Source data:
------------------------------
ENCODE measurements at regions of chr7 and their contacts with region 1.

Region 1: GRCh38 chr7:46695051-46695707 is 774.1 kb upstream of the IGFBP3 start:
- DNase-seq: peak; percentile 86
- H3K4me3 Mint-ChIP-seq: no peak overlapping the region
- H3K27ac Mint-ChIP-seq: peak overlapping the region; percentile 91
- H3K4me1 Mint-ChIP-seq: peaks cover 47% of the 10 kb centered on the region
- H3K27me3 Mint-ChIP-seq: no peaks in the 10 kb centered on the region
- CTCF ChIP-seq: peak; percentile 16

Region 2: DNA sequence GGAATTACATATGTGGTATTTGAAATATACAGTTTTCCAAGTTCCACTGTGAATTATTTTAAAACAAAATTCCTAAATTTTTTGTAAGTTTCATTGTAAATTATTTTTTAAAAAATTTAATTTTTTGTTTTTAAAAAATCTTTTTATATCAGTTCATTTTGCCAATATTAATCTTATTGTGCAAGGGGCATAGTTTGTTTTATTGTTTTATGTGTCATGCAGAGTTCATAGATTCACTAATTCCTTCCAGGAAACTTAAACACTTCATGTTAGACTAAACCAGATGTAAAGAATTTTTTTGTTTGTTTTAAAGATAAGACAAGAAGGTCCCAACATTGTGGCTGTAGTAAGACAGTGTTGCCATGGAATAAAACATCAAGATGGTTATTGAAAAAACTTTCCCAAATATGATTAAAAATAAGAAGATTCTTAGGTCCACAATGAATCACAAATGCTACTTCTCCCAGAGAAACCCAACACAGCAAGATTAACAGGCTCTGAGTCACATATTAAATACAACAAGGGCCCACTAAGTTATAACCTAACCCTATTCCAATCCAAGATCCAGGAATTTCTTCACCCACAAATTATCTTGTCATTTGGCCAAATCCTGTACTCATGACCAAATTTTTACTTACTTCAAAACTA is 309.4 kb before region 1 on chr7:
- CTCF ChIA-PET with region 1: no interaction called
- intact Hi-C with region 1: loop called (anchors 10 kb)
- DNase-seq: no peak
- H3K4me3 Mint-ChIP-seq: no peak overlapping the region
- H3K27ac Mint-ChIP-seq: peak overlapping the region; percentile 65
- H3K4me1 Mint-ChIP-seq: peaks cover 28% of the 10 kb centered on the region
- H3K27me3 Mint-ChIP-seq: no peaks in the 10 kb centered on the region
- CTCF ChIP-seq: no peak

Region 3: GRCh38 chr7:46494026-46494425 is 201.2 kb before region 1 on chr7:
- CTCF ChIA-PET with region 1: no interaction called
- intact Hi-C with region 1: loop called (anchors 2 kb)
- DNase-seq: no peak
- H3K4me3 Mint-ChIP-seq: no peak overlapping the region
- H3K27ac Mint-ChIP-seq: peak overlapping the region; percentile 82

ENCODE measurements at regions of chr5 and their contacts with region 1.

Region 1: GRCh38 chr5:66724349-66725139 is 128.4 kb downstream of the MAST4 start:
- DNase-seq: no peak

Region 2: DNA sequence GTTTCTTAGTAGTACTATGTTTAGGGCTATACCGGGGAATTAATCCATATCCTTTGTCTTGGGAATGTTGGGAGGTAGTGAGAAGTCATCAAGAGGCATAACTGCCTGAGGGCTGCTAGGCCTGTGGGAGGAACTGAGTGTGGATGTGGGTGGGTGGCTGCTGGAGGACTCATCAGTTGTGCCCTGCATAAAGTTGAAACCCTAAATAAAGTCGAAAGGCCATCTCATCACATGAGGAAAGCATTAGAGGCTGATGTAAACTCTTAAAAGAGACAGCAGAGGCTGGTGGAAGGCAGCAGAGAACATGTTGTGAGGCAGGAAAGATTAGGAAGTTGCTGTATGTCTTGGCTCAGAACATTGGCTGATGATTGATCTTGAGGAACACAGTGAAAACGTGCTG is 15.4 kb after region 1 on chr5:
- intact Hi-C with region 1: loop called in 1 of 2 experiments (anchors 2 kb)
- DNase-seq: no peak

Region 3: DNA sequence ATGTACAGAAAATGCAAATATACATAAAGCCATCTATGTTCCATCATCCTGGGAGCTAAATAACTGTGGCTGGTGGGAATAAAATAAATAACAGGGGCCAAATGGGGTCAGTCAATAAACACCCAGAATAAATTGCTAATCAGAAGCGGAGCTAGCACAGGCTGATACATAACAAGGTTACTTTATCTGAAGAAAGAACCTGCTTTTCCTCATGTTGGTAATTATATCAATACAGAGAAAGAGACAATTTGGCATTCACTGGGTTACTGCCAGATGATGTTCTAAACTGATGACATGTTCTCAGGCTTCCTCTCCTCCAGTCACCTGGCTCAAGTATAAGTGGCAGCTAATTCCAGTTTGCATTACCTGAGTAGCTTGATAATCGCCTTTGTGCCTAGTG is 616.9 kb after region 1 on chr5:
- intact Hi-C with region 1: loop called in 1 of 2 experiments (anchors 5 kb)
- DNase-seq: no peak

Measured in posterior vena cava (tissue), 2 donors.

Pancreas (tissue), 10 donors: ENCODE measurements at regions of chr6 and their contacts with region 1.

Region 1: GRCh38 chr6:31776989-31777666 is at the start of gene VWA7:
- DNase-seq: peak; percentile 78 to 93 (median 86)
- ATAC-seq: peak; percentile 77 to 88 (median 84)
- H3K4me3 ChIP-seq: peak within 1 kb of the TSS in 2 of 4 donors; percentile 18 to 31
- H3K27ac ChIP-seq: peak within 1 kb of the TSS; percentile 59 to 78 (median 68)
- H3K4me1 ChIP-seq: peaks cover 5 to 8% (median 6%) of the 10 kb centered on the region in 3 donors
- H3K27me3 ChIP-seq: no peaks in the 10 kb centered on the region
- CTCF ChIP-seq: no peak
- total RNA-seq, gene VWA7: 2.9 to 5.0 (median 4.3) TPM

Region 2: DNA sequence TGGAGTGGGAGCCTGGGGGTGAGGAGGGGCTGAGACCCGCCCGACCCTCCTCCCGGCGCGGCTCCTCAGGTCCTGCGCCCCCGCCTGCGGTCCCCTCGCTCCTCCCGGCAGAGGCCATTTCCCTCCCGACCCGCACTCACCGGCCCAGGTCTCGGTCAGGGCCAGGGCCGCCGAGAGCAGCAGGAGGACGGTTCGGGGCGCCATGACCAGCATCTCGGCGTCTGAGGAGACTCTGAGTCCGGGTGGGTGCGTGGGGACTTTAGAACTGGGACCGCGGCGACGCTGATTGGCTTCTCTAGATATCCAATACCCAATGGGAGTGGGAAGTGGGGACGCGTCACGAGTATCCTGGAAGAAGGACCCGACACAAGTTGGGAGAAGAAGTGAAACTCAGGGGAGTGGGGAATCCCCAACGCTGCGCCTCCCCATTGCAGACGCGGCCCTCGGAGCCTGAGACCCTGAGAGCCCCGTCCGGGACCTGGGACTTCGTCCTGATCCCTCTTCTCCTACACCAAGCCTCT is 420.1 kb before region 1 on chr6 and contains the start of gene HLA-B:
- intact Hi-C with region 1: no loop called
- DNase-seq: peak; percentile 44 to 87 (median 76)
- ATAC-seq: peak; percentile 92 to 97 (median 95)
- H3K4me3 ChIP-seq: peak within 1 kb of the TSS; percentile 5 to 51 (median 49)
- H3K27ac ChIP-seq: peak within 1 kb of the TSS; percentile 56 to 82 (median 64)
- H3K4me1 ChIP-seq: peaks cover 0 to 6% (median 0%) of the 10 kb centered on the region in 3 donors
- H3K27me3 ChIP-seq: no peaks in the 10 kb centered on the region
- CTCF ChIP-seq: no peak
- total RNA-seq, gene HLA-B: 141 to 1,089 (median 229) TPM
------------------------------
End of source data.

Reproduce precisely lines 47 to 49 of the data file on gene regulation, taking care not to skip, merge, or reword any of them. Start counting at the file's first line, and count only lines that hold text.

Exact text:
- ATAC-seq: peak; percentile 92 to 97 (median 95)
- H3K4me3 ChIP-seq: peak within 1 kb of the TSS; percentile 5 to 51 (median 49)
- H3K27ac ChIP-seq: peak within 1 kb of the TSS; percentile 56 to 82 (median 64)